February 16, 2010 // Uncategorized

Catholic schools gather for Mass

Bishop Rhoades blesses the students as he leaves the Joyce Center.

By Diane Freeby

NOTRE DAME — Just one month on the job, Bishop Kevin C. Rhoades learned firsthand how hardy the souls are in the Fort Wayne-South Bend Diocese. Despite the snowy conditions and predictions for more snow throughout the day, the South Bend Area Schools Mass went on as scheduled Feb. 9 at the University of Notre Dame’s Purcell Pavilion.

“I’m getting used to the weather,” Bishop Kevin C. Rhoades told Today’s Catholic after Mass. “ I always look forward to those days off and sleep-ins to get caught up, but you don’t close here. I guess you have to have a real blizzard!”

Bishop Rhoades greeted the crowd of  students, teachers, and administrators from over 20 Catholic schools, wrapping up Catholic Schools Week by celebrating the Holy Eucharist. He made a special point of thanking the 19 priests who joined him to concelebrate the Mass. They were also joined by two deacons, one of whom will be the next priest ordained later this spring.

“The reason we’re all here today,” said Bishop Rhoades, “is that we all share something; we’re all friends of Jesus Christ. We’re gathered here, not to have a day off from school. … We’re gathered here to praise and thank the Lord for His goodness, for all His love. We praise Him in the songs we sing, we speak to Him in the prayers that we recite, and even more important, we listen to Him speak to us, especially in the readings from the Word of God in Sacred Scripture that we just heard.”

Bishop Rhoades said he chose the reading from the Gospel of Mark because it reveals the beginning of the Catholic Church when Jesus appeared to the eleven, sending them forth to share God’s Word with all the world. Bishop Rhoades examined the similarities between the first students of Jesus, his disciples who learned by observing what Jesus did, and the students who learn about Jesus yet today. Bishop Rhoades explained that a disciple means “student.”

“Jesus was their master. He was their teacher,” continued Bishop Rhoades. “They didn’t know it at the time, but He was preparing them not to be just disciples. … He was preparing them to be Apostles. In other words, He was preparing them not just to be students but he was preparing them to continue His work and to continue His mission in the world because He knew He was going to ascend to His Father in heaven … and He was going to leave them behind to begin the Catholic Church. And the Church was to continue the mission of Jesus, to continue to teach the Gospel to all creatures.”
Bishop Rhoades reminded the children that the word “apostle” in Greek means “one who is sent.”

“Jesus didn’t just say I want you to stay around and talk among yourselves about Me. No, He said ‘I’m sending you!’ He said, ‘Go into the world.’”
Bishop Rhoades earlier mentioned what a privilege it is to attend a Catholic School, pointing out the sacrifices made by parents and teachers alike to provide children with quality Catholic education. He exhorted the children to make the most of their opportunity.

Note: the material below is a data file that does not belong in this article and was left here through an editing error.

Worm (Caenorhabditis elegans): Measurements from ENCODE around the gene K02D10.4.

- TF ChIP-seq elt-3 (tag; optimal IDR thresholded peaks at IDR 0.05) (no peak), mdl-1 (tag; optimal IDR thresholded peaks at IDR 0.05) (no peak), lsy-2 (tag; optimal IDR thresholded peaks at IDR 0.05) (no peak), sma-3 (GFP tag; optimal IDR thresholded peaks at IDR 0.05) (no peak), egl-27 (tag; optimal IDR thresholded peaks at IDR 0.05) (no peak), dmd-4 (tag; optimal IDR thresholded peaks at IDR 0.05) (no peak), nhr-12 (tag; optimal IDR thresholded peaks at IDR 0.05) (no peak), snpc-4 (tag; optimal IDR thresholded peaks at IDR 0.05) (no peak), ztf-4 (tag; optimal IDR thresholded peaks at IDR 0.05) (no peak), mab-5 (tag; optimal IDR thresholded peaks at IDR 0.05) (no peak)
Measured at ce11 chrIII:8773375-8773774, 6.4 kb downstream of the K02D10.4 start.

“You are all disciples, students of Jesus, the Master,” he said. “It’s a wonderful time in your life and I encourage you to learn as much as you can, to study your religion well, and also to pray … to not only learn about your faith in your head, but also to become friends of Jesus by talking to Him and listening to Him in prayer; by going to Mass every Sunday and holy day; by praying every day, not only in school but also at home when you get up in the morning and when you go to bed at night. And with Jesus as your closest friend, your best friend, and then when you receive the gifts of the Holy Spirit at Confirmation, Jesus is saying to you, like He said to those original Apostles, ‘Go! Go into the whole world and proclaim the Gospel to all creatures.’”

Bishop Rhoades said everyone, no matter their age, can help spread the Gospel by word and deed. He reminded them that by being kind to others, by reaching out to the poor and visiting the sick, by consoling someone who is hurting, they are living out their faith.

Bishop Rhoades also talked about the suffering people in Haiti, and how the many prayers by and contributions from Catholic schools are ways to share God’s love.

“That’s how we can be apostles, by living our faith by the deeds that we do,” he said. “And that attracts others. When they see us as being holy and good and loving to our neighbor, that brings them to Christ. That’s a way of evangelization.”
Bishop Rhoades blessed the children and promised to pray for them. He asked them to continue to pray for their priests and bishop, that they may be faithful apostles.

“I’d like to encourage you as you continue your Catholic schooling, to continue to grow in your faith and your love of the Lord Jesus Christ,” concluded Bishop Rhoades. “Remember, Jesus is your teacher and your master, and you are His students, His disciples. But He also wants you to be His apostles. He wants to send you out, to go out into the world and to bring His Gospel of love to other people.”

* * *

The best news. Delivered to your inbox.

Subscribe to our mailing list today.